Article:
Last week the Greens launched their new heritage policy – a unique document that commits a national political party to the preservation of physical and cultural heritage in NSW communities. While the policy is a state level document heritage is an issue with significant overlap with local government and the policy will guide all Greens elected to Councils across NSW on the 8th of September. I had the pleasure of attending it’s launch along with fellow City of Sydney Council candidate De Brierley Newton, Greens MP David Shoebridge and legendary heritage activist Jack Mundey.
The policy seeks to remove the preservation of heritage from the hands of developers and their Ministerial mates in government and places the power in the hands of the community and a newly independent Heritage Office that is responsible to the Parliament rather than the minister for Planning.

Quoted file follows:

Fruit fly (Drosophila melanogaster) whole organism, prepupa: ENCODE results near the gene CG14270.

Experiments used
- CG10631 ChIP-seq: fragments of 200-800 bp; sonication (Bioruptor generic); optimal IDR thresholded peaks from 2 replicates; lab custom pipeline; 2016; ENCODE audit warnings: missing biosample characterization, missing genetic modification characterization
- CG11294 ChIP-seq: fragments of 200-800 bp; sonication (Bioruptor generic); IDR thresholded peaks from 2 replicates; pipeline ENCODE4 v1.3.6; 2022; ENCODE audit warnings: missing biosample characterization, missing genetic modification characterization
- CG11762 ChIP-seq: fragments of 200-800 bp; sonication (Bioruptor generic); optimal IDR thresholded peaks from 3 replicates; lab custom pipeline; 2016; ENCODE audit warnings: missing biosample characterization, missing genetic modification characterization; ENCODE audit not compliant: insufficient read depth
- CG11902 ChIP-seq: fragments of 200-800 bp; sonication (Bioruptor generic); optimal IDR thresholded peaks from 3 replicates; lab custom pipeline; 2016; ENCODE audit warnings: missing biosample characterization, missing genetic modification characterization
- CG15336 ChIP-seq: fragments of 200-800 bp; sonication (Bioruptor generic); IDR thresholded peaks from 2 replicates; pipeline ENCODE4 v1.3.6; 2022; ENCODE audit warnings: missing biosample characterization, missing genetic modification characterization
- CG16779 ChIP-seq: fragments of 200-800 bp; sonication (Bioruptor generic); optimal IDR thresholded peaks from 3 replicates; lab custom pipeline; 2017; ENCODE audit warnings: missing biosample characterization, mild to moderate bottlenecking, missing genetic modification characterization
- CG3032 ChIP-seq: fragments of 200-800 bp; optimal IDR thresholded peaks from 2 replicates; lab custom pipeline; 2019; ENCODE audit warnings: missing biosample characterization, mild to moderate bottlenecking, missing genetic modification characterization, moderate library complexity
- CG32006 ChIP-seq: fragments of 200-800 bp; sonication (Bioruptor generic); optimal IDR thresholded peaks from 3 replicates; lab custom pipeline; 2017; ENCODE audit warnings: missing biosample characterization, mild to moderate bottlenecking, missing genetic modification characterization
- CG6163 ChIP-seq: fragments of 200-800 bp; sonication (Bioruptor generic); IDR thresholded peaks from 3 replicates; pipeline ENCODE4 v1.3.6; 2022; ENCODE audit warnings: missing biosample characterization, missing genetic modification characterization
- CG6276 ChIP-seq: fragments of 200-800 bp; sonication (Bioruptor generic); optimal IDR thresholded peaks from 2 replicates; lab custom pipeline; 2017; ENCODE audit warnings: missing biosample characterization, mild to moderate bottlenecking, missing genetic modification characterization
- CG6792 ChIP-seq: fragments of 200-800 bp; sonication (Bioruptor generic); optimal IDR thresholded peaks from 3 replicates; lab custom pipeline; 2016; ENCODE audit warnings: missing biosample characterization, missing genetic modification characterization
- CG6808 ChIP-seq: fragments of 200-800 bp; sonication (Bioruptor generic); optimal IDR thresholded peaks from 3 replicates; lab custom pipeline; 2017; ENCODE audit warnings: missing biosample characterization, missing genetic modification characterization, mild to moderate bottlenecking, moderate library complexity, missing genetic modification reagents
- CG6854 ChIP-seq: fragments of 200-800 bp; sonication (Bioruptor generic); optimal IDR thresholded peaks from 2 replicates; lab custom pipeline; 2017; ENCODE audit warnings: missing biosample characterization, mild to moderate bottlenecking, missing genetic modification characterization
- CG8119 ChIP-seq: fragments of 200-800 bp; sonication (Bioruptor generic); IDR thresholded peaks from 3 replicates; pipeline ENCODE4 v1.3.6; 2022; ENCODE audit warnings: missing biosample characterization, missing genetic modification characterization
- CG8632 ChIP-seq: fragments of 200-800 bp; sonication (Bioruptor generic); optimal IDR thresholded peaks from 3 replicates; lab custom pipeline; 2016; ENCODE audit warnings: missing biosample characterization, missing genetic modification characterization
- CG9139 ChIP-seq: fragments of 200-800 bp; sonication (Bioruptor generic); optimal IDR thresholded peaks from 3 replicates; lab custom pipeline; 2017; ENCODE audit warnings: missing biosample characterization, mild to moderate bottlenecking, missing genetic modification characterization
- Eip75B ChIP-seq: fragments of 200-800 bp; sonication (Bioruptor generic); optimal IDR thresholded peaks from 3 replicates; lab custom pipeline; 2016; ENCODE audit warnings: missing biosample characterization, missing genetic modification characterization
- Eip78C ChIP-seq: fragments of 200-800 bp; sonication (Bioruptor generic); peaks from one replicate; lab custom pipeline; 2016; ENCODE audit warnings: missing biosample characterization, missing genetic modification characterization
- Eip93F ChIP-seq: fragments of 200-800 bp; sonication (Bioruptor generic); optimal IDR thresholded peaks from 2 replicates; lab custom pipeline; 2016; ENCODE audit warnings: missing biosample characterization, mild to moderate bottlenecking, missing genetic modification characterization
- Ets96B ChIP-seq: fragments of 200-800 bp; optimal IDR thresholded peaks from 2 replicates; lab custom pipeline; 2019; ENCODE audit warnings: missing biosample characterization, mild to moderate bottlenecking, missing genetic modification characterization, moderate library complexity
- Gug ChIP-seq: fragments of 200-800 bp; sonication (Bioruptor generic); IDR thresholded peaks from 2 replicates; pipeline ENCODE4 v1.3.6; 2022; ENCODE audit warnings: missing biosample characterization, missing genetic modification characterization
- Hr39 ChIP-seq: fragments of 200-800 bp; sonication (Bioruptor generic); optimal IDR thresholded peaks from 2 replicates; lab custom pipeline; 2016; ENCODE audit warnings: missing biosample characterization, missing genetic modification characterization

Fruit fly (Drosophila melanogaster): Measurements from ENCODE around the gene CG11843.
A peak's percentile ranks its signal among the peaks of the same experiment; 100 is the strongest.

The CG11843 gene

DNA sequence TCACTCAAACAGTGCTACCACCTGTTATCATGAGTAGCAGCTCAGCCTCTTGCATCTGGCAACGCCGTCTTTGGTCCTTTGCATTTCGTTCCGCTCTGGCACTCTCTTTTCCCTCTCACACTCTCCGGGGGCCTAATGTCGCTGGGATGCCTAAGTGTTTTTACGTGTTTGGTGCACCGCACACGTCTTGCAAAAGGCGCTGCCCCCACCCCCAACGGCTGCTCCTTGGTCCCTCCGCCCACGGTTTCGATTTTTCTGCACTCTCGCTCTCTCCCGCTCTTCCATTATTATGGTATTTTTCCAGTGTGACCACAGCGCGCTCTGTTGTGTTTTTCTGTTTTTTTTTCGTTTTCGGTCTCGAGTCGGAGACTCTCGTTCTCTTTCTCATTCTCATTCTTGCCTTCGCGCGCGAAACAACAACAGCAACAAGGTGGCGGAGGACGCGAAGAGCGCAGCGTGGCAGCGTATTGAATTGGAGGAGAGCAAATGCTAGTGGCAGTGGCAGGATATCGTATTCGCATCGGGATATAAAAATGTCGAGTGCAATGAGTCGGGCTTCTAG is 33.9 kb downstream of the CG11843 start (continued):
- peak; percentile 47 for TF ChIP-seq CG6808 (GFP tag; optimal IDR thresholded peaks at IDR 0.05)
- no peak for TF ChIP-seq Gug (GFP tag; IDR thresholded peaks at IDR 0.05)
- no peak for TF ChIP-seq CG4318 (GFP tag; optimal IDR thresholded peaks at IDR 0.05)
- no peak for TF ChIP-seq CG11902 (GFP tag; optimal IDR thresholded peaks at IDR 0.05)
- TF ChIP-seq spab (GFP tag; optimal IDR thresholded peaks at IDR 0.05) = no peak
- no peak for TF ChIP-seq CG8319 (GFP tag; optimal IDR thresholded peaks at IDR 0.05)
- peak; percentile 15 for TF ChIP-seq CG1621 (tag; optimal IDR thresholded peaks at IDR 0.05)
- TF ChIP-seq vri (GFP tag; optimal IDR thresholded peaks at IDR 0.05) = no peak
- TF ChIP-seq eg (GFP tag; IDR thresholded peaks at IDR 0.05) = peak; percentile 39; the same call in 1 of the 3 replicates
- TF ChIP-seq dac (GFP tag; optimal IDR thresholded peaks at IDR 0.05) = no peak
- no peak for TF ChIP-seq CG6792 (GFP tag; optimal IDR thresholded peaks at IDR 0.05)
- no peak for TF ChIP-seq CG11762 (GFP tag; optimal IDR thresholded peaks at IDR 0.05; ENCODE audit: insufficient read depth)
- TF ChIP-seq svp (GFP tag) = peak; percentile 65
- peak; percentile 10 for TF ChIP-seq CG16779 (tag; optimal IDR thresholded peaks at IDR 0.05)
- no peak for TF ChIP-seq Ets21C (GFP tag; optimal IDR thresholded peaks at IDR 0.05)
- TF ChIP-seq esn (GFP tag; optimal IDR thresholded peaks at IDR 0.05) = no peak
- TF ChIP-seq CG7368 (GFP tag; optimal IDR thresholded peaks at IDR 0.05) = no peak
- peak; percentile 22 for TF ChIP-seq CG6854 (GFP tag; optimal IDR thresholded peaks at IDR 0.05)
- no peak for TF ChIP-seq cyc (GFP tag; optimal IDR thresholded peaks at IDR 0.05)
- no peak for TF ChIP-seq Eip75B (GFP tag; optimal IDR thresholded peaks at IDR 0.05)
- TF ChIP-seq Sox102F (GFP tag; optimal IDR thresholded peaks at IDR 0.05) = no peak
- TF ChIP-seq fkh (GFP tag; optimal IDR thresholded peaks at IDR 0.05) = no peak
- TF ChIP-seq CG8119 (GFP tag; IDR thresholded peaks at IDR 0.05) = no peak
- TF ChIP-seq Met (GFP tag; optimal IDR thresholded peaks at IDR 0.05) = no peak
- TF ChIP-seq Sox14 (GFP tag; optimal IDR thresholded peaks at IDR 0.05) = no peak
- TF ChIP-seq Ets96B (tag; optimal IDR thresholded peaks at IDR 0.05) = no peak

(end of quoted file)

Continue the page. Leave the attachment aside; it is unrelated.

Under the Greens policy community members can raise petitions of 5000 signatures at the local government level and 10,000 at the state level to give interim heritage protection to threatened sites and culture whilst more work is done either by a Council or the Heritage Office.
It is hard to imagine that just 25 years ago developer friendly elements of the City of Sydney were pushing to demolish the stately and beautiful QVB in order to construct a car park. Clearly we need to be ever vigilant.